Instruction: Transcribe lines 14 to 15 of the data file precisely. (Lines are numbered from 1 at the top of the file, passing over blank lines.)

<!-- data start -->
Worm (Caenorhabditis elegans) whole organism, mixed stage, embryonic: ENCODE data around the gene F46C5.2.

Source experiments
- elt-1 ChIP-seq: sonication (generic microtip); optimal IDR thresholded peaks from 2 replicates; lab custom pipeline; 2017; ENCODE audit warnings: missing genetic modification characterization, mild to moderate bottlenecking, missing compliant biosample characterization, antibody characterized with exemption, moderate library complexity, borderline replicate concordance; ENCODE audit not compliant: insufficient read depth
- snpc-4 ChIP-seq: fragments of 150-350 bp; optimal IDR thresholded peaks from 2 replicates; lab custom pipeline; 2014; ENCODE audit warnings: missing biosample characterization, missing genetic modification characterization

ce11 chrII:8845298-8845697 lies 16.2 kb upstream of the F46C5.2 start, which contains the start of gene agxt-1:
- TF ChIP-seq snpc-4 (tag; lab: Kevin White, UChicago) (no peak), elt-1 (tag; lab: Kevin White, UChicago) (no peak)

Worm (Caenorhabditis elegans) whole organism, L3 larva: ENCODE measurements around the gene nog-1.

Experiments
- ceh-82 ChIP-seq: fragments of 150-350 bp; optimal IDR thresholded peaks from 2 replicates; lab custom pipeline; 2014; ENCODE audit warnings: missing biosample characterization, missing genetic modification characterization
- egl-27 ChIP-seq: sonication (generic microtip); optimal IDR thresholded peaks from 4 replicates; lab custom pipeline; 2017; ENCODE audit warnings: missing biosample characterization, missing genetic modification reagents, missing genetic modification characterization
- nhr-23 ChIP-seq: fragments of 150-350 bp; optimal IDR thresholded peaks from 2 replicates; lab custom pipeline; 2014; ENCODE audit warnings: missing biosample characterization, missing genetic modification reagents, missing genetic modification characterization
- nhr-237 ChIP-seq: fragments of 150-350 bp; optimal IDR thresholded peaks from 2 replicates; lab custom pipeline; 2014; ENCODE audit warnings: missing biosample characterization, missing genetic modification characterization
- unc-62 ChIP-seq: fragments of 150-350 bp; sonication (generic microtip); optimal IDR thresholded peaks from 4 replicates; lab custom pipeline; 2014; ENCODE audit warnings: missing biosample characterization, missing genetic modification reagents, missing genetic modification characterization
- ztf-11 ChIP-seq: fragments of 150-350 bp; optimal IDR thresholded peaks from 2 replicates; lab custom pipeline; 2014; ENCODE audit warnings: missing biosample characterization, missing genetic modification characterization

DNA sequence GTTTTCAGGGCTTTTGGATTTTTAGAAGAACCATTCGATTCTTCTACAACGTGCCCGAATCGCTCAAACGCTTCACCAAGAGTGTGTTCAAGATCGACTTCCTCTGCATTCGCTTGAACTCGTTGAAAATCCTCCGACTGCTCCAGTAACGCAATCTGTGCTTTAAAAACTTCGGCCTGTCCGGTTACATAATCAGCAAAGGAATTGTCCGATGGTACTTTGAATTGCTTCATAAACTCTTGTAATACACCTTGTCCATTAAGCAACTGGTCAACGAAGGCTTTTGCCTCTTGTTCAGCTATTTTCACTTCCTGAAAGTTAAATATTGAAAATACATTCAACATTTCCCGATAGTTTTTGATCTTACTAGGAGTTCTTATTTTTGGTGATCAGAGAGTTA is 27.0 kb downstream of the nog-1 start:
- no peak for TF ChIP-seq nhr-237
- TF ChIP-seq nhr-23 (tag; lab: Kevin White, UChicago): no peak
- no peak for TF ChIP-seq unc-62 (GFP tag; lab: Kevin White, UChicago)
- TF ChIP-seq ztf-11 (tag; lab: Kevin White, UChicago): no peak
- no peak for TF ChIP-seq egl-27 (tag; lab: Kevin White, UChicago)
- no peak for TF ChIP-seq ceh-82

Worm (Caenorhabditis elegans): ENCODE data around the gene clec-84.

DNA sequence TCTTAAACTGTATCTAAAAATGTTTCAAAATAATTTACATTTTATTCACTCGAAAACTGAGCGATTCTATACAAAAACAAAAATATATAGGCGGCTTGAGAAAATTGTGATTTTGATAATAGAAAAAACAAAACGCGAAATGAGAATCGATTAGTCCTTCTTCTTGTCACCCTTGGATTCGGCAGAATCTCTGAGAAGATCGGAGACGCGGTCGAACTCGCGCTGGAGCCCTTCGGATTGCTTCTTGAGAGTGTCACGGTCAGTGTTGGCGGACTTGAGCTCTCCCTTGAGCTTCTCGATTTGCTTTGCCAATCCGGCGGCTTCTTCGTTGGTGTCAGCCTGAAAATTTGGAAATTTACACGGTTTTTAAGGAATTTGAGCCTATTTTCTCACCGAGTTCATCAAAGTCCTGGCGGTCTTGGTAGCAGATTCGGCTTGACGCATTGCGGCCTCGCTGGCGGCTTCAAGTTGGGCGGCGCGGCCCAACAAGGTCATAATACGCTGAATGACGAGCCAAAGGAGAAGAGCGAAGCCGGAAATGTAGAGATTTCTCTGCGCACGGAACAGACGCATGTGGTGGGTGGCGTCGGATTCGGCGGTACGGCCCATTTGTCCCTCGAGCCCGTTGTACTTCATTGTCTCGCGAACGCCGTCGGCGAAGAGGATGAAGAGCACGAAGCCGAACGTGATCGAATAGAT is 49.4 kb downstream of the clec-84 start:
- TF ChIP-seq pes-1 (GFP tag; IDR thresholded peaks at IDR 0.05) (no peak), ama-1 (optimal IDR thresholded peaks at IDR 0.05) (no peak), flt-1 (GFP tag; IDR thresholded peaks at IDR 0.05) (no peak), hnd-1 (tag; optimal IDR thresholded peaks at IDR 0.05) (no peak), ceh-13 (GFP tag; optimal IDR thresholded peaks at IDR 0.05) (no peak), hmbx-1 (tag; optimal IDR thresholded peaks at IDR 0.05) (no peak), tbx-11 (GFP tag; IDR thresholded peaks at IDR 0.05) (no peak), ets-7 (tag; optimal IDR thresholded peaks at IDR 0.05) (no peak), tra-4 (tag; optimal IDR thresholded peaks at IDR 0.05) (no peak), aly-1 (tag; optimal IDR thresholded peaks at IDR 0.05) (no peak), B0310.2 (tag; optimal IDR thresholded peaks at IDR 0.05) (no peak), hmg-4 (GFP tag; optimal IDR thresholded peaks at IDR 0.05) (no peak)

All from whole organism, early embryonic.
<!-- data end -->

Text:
- ztf-11 ChIP-seq: fragments of 150-350 bp; optimal IDR thresholded peaks from 2 replicates; lab custom pipeline; 2014; ENCODE audit warnings: missing biosample characterization, missing genetic modification characterization

DNA sequence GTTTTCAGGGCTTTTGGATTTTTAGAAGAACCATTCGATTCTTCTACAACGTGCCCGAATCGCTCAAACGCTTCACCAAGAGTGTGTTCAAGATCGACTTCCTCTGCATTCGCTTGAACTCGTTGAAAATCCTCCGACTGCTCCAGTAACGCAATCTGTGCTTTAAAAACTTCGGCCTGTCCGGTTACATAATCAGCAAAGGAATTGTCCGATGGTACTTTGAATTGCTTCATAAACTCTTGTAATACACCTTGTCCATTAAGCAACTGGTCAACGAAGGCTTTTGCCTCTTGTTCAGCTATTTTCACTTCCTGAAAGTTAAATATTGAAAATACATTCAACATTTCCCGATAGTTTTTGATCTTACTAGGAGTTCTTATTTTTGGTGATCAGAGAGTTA is 27.0 kb downstream of the nog-1 start: